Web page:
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Sink or Swim: Aquatic Restoration on the Malheur National Forest

By the US Forest Service, Malheur National Forest, Blue Mountain Ranger District
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The Forest Service is a multi-use agency that works to maintain and improve the health, diversity, and productivity of the nation’s forests. This requires collaboration with other federal agencies and resource specialists to plan and implement projects on Forest Service managed lands. Sometimes this means protecting archaeological resources through avoidance and sometimes it means mitigation.

This exhibit looks at some of the Aquatic restoration projects on the Malheur National Forest, reinstating floodplain function and resiliency, and how we as archaeologists protect our cultural resources or mitigate for potential effects to Historic Properties.

In the past, restoration has included heavy equipment use, tree tipping, removal of sections of railroad grades, and planting riparian plants. While site avoidance is preferable during these projects, it isn’t always possible, and mitigation provides an opportunity to meet restoration goals and adhere to the National Register of Historic Places (NHPA) Section 106. This includes identifying contributing and non-contributing elements to the NRHP, consulting with the State Historic Preservation Office (SHPO) and allowing removal of non-contributing elements while protecting contributing elements for avoidance. This may also include site testing and/or funding for archaeological research projects on the Forest.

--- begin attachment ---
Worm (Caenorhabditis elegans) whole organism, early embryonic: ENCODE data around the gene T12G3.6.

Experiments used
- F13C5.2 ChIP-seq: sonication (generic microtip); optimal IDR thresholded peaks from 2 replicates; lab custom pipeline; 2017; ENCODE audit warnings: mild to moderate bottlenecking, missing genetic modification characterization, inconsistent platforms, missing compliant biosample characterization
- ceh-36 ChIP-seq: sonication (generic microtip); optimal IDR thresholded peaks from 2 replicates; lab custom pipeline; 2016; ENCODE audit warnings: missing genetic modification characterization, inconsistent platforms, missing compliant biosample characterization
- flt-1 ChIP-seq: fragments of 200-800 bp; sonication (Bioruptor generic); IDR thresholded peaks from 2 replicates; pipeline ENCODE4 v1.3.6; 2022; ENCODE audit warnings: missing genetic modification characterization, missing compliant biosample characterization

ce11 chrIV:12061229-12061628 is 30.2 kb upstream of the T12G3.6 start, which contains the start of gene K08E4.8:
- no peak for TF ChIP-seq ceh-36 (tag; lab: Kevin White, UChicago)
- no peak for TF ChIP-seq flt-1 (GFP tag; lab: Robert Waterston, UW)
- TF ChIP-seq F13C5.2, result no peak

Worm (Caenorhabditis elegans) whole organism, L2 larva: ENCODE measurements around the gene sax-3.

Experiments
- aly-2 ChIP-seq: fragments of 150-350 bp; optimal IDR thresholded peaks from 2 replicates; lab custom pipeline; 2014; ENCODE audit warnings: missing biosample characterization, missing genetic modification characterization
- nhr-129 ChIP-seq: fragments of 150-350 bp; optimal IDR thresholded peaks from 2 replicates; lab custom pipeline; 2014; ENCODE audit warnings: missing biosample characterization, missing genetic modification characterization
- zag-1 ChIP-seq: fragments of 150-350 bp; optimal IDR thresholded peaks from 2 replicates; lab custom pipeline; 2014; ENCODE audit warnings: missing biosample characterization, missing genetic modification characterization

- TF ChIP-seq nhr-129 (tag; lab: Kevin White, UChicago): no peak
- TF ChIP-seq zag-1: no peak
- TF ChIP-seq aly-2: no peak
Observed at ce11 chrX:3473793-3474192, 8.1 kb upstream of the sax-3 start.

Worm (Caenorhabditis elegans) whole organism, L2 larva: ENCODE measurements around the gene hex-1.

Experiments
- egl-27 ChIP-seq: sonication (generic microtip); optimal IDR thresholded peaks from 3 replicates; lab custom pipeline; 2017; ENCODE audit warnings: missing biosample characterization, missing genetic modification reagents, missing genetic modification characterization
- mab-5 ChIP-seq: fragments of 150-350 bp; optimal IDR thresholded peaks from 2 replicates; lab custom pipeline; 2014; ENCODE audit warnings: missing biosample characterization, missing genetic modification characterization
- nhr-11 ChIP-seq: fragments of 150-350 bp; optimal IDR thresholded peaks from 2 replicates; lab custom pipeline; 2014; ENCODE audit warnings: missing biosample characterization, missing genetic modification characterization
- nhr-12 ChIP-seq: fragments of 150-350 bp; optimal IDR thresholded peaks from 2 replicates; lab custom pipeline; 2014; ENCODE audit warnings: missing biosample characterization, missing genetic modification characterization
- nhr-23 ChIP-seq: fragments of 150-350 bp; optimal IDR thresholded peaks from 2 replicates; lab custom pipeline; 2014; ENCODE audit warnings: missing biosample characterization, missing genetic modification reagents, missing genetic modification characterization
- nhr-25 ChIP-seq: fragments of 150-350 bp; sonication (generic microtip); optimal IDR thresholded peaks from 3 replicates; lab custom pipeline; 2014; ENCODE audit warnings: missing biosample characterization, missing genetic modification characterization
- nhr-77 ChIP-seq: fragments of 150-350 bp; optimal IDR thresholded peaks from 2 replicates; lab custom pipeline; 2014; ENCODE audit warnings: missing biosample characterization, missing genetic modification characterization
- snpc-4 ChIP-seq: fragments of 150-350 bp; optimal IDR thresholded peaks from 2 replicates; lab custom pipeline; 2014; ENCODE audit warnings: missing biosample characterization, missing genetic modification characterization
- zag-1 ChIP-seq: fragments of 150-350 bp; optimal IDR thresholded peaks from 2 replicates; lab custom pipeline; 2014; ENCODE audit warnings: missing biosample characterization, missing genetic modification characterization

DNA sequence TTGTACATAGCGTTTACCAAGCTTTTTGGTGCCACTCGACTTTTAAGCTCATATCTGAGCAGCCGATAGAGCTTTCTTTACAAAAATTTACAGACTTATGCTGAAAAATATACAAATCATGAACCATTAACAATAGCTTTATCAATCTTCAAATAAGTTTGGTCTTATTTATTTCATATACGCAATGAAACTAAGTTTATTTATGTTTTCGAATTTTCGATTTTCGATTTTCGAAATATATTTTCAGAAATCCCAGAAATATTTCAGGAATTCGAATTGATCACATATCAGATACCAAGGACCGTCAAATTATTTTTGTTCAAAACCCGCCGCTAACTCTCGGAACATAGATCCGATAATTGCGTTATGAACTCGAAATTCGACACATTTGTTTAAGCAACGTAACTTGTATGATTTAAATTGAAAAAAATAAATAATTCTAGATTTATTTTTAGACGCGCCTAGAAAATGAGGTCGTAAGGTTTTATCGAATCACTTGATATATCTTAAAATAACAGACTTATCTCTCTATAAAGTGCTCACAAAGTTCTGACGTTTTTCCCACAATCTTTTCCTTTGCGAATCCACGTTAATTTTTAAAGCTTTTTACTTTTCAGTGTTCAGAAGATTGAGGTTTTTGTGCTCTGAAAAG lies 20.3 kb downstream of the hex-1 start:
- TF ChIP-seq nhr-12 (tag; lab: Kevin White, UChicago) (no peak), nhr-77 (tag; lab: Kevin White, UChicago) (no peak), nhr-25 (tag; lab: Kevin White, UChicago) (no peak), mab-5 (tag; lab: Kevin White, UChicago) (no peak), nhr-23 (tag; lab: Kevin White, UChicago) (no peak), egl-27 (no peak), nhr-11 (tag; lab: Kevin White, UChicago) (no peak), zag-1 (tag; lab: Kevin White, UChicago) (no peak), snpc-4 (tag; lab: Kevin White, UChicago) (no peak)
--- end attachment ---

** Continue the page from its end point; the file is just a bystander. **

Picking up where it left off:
The goal of this exhibit is to provide an example of what working for a federal agency as an archeologist looks like and how we collaborate with other specialists to reach our mutual goals while representing our resources.

black and white photo of an old train
Historic Impacts

Railroad grades and mining features represent some of the largest and most common barriers to waterways and threatened fish species on the forest.

black and white photo of works operating large hoses
Camp Creek in the spring, lush grass and evergreen trees
  • A railroad grade reduces the size of the floodplain
  • The channel has been simplified and there is a less productive riparian system
  • The lack of vegetation provides little to no shade, not maintaining cool water temps
camp creek in the summer, very little underbrush visible
  • The railroad grade has been removed and the floodplain opened
  • Large wood has been placed to inundate the floodplain, catch sediment, and create complexity
  • Native Riparian plants have been planted to create shade
cam creek with snow on the ground, no grass visible
Next Spring:
  • Water has inundated the entire floodplain
  • The river channel is becoming more complex with the added water during spring melt
  • Riparian plants have established roots and will come out of dormancy
map of the big mosquito 2016 aquatic restoration project
Project Design